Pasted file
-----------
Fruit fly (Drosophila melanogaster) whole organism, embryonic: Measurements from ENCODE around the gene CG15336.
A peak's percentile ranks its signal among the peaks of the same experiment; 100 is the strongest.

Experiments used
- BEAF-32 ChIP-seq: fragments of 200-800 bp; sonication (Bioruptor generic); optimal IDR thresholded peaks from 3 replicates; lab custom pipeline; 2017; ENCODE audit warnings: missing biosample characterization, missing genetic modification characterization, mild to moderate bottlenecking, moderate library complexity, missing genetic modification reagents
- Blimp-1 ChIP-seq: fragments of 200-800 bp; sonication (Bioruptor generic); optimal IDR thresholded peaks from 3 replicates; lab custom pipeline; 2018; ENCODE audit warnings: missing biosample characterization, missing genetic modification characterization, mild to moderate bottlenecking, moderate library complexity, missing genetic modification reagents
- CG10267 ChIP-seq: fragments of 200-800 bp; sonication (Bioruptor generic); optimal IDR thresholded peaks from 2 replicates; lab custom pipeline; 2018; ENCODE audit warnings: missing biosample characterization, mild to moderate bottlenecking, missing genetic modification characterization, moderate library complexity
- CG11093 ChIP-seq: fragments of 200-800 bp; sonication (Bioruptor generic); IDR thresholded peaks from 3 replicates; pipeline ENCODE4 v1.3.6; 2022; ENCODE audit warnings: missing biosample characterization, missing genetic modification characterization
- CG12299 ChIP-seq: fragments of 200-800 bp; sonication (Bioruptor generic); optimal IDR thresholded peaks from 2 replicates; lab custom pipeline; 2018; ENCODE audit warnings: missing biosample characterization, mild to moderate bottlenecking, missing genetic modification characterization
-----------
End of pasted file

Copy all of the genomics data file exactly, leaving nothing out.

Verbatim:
Fruit fly (Drosophila melanogaster) whole organism, embryonic: Measurements from ENCODE around the gene CG15336.
A peak's percentile ranks its signal among the peaks of the same experiment; 100 is the strongest.

Experiments used
- BEAF-32 ChIP-seq: fragments of 200-800 bp; sonication (Bioruptor generic); optimal IDR thresholded peaks from 3 replicates; lab custom pipeline; 2017; ENCODE audit warnings: missing biosample characterization, missing genetic modification characterization, mild to moderate bottlenecking, moderate library complexity, missing genetic modification reagents
- Blimp-1 ChIP-seq: fragments of 200-800 bp; sonication (Bioruptor generic); optimal IDR thresholded peaks from 3 replicates; lab custom pipeline; 2018; ENCODE audit warnings: missing biosample characterization, missing genetic modification characterization, mild to moderate bottlenecking, moderate library complexity, missing genetic modification reagents
- CG10267 ChIP-seq: fragments of 200-800 bp; sonication (Bioruptor generic); optimal IDR thresholded peaks from 2 replicates; lab custom pipeline; 2018; ENCODE audit warnings: missing biosample characterization, mild to moderate bottlenecking, missing genetic modification characterization, moderate library complexity
- CG11093 ChIP-seq: fragments of 200-800 bp; sonication (Bioruptor generic); IDR thresholded peaks from 3 replicates; pipeline ENCODE4 v1.3.6; 2022; ENCODE audit warnings: missing biosample characterization, missing genetic modification characterization
- CG12299 ChIP-seq: fragments of 200-800 bp; sonication (Bioruptor generic); optimal IDR thresholded peaks from 2 replicates; lab custom pipeline; 2018; ENCODE audit warnings: missing biosample characterization, mild to moderate bottlenecking, missing genetic modification characterization